The quality assurance programme

All of the regular operations carried out in the network are codified in reference manuals. For more punctual tasks, specific protocols are created.

Changes in parameters

Even though parameters may change significantly over the course of the monitoring period, in all likelihood these changes will have relatively little influence on results overall.

However, a concerted effort must be made to provide scientists with information concerning the error margins for measurements, analyses and observations. This is even more important when measurements are carried out over the long term.

Nearly every domain the network monitors has its own Quality Assurance/Quality Control (QA/QC) programme whose objectives include defining, whenever possible, the margin of error associated to each type of data.

Though the work behind guaranteeing quality standards often goes unnoticed, it is at the heart of our scientific monitoring network.

Who is involved in quality assurance?

The work involves all the 240 ONF employees who participate in the network, plus outside experts and high-standard analytical laboratories (accredited by the Cofrac, the French Accreditation Committee).

Different levels of efficiency for the QA/QC programmes

  • High-performance quality domains
    the climatology network, sampling and water analyses, soil and foliar analyses, dendrometry, floristic observations, ozone and ammonia concentrations
  • Medium-performance quality domains
    forest health observations, litterfall sampling
  • Domains where QA/QC programmes are nearly impossible to establish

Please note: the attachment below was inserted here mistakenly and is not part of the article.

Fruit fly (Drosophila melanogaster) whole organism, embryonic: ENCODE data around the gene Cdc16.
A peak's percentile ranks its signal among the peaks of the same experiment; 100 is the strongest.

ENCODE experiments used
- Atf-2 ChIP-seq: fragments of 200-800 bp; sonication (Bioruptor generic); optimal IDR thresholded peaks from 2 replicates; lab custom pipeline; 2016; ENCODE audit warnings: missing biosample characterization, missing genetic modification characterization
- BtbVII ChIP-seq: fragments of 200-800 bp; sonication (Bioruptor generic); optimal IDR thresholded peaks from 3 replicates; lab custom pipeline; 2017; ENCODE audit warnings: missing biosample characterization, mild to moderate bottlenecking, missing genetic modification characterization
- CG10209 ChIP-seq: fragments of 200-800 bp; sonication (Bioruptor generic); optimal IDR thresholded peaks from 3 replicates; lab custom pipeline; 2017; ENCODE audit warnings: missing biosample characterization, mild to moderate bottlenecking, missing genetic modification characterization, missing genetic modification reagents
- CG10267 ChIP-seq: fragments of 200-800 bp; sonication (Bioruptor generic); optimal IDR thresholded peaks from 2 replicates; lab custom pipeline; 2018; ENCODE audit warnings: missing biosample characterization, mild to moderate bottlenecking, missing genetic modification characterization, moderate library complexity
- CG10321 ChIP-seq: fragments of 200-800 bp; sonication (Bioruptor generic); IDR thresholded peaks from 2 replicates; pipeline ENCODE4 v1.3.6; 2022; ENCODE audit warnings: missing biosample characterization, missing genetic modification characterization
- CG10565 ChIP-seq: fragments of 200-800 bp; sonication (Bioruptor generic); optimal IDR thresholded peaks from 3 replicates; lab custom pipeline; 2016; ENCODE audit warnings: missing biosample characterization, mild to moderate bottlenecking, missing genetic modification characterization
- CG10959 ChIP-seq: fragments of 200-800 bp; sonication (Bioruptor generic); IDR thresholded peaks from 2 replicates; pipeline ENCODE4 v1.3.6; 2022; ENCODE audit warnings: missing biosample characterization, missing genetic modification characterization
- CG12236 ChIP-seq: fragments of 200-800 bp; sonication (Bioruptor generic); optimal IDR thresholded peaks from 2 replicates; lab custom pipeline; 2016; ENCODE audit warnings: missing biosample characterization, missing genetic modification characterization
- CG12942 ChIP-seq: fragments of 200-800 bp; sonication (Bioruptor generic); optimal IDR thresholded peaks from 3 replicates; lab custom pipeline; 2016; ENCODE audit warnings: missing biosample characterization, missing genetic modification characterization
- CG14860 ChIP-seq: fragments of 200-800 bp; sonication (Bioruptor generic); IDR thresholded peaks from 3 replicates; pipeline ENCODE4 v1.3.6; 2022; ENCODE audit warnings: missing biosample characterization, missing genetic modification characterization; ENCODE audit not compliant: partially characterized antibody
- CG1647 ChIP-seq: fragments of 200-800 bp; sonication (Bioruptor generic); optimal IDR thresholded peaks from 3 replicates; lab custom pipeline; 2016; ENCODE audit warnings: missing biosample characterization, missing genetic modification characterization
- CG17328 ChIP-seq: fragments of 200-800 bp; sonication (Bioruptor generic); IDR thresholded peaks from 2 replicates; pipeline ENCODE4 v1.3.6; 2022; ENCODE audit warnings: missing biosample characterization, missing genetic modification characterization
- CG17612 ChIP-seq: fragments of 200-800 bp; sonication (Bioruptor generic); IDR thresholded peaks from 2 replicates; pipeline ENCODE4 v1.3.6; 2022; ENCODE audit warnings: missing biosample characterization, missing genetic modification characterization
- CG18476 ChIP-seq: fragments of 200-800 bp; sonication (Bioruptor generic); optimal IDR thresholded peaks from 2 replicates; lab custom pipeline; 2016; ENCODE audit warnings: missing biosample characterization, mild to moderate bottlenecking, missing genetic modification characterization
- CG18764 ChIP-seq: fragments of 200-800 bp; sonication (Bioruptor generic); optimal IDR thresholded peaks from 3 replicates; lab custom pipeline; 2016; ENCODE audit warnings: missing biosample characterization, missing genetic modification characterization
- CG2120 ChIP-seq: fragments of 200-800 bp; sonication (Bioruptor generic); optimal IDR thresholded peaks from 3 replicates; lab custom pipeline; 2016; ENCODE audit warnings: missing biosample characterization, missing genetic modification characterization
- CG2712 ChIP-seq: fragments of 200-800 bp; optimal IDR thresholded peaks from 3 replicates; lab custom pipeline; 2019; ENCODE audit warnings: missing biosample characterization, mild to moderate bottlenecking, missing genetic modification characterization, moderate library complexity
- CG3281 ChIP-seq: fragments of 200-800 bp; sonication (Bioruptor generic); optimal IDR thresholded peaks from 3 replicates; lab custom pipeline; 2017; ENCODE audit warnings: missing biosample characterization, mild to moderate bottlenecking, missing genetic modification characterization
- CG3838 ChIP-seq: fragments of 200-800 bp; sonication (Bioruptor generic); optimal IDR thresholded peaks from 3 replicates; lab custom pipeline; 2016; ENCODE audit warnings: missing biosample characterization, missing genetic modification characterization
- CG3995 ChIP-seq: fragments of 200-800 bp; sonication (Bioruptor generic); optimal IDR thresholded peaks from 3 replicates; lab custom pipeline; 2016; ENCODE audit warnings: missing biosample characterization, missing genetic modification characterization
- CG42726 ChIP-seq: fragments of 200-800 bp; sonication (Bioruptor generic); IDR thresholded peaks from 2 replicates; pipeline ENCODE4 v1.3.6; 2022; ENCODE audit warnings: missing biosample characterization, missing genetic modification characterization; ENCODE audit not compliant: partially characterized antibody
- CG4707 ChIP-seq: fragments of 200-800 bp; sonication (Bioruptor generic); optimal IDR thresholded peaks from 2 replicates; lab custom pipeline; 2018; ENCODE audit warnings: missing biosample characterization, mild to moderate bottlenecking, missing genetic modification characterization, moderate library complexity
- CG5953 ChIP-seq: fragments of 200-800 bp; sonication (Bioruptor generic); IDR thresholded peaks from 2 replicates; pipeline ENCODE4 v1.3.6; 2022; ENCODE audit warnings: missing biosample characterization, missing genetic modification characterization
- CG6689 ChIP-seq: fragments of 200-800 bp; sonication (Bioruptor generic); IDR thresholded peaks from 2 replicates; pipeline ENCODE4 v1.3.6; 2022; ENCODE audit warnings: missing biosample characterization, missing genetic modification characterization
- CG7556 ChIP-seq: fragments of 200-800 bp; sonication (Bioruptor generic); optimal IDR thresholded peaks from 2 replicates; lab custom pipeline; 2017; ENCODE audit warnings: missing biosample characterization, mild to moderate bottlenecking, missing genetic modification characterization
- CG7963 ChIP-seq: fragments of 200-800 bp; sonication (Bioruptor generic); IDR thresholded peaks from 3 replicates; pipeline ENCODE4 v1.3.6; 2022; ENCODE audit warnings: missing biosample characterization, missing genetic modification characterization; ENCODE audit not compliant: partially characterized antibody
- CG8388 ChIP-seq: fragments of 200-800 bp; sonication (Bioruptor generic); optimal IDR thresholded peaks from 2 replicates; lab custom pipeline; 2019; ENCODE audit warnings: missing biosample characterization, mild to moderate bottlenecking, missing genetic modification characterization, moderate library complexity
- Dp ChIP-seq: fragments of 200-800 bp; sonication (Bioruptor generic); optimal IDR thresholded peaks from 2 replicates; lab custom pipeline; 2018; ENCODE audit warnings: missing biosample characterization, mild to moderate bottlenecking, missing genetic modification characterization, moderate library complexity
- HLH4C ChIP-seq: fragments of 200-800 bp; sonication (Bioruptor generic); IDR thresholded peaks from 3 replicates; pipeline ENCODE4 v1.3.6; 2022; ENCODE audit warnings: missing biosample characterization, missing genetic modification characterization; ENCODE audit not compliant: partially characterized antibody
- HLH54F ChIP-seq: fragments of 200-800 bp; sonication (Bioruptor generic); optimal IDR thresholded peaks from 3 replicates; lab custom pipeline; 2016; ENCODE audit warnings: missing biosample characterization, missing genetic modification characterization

phenology, mushroom surveys

A closer look at two quality assurance programmes

The weather sensors in the meteorological station are calibrated once a year
The weather sensors in the meteorological station are calibrated once a year - ©Luc Croisé / ONF
  • The meteorological network

All of the weather sensors in the network are calibrated once a year. Each sensor is therefore monitored throughout its life span and changes in measurement error are taken into account.

We are therefore able to determine whether a positive or negative trend in a given meteorological parameter (for example, rainfall level) is significant or not.

  • Observation of changes in floristic composition

These observations are carried out by expert botanists.

Each expert has been familiarised with abundance-dominance observations and has excellent knowledge of forest flora. Even so, when several experts carry out observations on the same plot, differences may appear as to the number of plants observed, the species identified and the abundance-dominance level assigned.

In this case, the QA/QC programme determines and quantifies these differences so that the analysis of any changes in floristic composition reflects reality as closely as possible.

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